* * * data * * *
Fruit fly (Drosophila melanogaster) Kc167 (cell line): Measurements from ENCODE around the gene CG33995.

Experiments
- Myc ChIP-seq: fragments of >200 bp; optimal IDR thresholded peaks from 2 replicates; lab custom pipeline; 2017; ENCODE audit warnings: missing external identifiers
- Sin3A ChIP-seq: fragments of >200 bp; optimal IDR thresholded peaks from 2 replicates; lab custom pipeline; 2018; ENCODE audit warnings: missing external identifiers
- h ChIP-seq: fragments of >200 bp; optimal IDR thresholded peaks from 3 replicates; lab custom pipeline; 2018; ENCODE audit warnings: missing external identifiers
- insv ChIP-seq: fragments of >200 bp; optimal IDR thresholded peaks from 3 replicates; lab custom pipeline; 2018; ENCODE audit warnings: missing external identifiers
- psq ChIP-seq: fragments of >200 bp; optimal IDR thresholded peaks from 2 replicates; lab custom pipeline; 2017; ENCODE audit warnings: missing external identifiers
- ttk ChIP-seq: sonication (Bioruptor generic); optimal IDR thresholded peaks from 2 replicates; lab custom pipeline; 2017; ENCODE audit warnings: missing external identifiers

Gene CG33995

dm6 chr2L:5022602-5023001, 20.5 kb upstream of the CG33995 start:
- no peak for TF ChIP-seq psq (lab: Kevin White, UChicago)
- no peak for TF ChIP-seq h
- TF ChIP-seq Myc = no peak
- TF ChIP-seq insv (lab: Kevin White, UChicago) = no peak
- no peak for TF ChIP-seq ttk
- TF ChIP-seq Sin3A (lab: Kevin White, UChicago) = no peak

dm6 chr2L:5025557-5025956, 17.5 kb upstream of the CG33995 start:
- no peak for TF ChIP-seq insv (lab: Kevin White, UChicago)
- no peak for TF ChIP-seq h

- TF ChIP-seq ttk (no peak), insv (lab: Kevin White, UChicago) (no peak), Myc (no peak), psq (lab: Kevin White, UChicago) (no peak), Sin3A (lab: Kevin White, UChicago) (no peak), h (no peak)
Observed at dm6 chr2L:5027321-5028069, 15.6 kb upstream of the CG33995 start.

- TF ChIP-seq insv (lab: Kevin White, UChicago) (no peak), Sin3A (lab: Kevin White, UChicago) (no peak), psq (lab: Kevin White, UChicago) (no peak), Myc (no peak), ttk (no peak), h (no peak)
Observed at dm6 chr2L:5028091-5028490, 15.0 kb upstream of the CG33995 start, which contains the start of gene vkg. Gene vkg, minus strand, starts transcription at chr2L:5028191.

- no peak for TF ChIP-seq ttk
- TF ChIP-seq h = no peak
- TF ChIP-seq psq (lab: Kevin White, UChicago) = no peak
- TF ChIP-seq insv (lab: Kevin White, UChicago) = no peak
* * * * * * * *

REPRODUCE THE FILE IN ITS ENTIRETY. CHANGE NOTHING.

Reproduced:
Fruit fly (Drosophila melanogaster) Kc167 (cell line): Measurements from ENCODE around the gene CG33995.

Experiments
- Myc ChIP-seq: fragments of >200 bp; optimal IDR thresholded peaks from 2 replicates; lab custom pipeline; 2017; ENCODE audit warnings: missing external identifiers
- Sin3A ChIP-seq: fragments of >200 bp; optimal IDR thresholded peaks from 2 replicates; lab custom pipeline; 2018; ENCODE audit warnings: missing external identifiers
- h ChIP-seq: fragments of >200 bp; optimal IDR thresholded peaks from 3 replicates; lab custom pipeline; 2018; ENCODE audit warnings: missing external identifiers
- insv ChIP-seq: fragments of >200 bp; optimal IDR thresholded peaks from 3 replicates; lab custom pipeline; 2018; ENCODE audit warnings: missing external identifiers
- psq ChIP-seq: fragments of >200 bp; optimal IDR thresholded peaks from 2 replicates; lab custom pipeline; 2017; ENCODE audit warnings: missing external identifiers
- ttk ChIP-seq: sonication (Bioruptor generic); optimal IDR thresholded peaks from 2 replicates; lab custom pipeline; 2017; ENCODE audit warnings: missing external identifiers

Gene CG33995

dm6 chr2L:5022602-5023001, 20.5 kb upstream of the CG33995 start:
- no peak for TF ChIP-seq psq (lab: Kevin White, UChicago)
- no peak for TF ChIP-seq h
- TF ChIP-seq Myc = no peak
- TF ChIP-seq insv (lab: Kevin White, UChicago) = no peak
- no peak for TF ChIP-seq ttk
- TF ChIP-seq Sin3A (lab: Kevin White, UChicago) = no peak

dm6 chr2L:5025557-5025956, 17.5 kb upstream of the CG33995 start:
- no peak for TF ChIP-seq insv (lab: Kevin White, UChicago)
- no peak for TF ChIP-seq h

- TF ChIP-seq ttk (no peak), insv (lab: Kevin White, UChicago) (no peak), Myc (no peak), psq (lab: Kevin White, UChicago) (no peak), Sin3A (lab: Kevin White, UChicago) (no peak), h (no peak)
Observed at dm6 chr2L:5027321-5028069, 15.6 kb upstream of the CG33995 start.

- TF ChIP-seq insv (lab: Kevin White, UChicago) (no peak), Sin3A (lab: Kevin White, UChicago) (no peak), psq (lab: Kevin White, UChicago) (no peak), Myc (no peak), ttk (no peak), h (no peak)
Observed at dm6 chr2L:5028091-5028490, 15.0 kb upstream of the CG33995 start, which contains the start of gene vkg. Gene vkg, minus strand, starts transcription at chr2L:5028191.

- no peak for TF ChIP-seq ttk
- TF ChIP-seq h = no peak
- TF ChIP-seq psq (lab: Kevin White, UChicago) = no peak
- TF ChIP-seq insv (lab: Kevin White, UChicago) = no peak